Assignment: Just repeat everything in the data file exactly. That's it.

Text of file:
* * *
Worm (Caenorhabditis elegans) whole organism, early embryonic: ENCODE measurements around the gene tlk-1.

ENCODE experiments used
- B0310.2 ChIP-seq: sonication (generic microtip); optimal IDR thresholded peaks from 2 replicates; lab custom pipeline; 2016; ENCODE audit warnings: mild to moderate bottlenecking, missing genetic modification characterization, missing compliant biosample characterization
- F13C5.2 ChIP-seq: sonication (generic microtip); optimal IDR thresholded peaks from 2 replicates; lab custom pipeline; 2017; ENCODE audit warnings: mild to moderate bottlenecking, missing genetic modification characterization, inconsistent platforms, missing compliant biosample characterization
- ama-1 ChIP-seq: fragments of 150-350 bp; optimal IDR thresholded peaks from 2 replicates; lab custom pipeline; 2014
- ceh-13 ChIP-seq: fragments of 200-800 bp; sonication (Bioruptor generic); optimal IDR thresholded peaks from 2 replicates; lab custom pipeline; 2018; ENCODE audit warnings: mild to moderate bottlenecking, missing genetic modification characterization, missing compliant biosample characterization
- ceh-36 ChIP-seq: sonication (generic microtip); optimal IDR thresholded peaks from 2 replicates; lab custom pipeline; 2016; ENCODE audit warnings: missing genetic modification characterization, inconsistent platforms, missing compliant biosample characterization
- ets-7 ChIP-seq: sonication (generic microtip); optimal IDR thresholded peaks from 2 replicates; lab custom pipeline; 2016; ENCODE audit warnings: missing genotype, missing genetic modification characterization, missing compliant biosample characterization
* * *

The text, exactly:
Worm (Caenorhabditis elegans) whole organism, early embryonic: ENCODE measurements around the gene tlk-1.

ENCODE experiments used
- B0310.2 ChIP-seq: sonication (generic microtip); optimal IDR thresholded peaks from 2 replicates; lab custom pipeline; 2016; ENCODE audit warnings: mild to moderate bottlenecking, missing genetic modification characterization, missing compliant biosample characterization
- F13C5.2 ChIP-seq: sonication (generic microtip); optimal IDR thresholded peaks from 2 replicates; lab custom pipeline; 2017; ENCODE audit warnings: mild to moderate bottlenecking, missing genetic modification characterization, inconsistent platforms, missing compliant biosample characterization
- ama-1 ChIP-seq: fragments of 150-350 bp; optimal IDR thresholded peaks from 2 replicates; lab custom pipeline; 2014
- ceh-13 ChIP-seq: fragments of 200-800 bp; sonication (Bioruptor generic); optimal IDR thresholded peaks from 2 replicates; lab custom pipeline; 2018; ENCODE audit warnings: mild to moderate bottlenecking, missing genetic modification characterization, missing compliant biosample characterization
- ceh-36 ChIP-seq: sonication (generic microtip); optimal IDR thresholded peaks from 2 replicates; lab custom pipeline; 2016; ENCODE audit warnings: missing genetic modification characterization, inconsistent platforms, missing compliant biosample characterization
- ets-7 ChIP-seq: sonication (generic microtip); optimal IDR thresholded peaks from 2 replicates; lab custom pipeline; 2016; ENCODE audit warnings: missing genotype, missing genetic modification characterization, missing compliant biosample characterization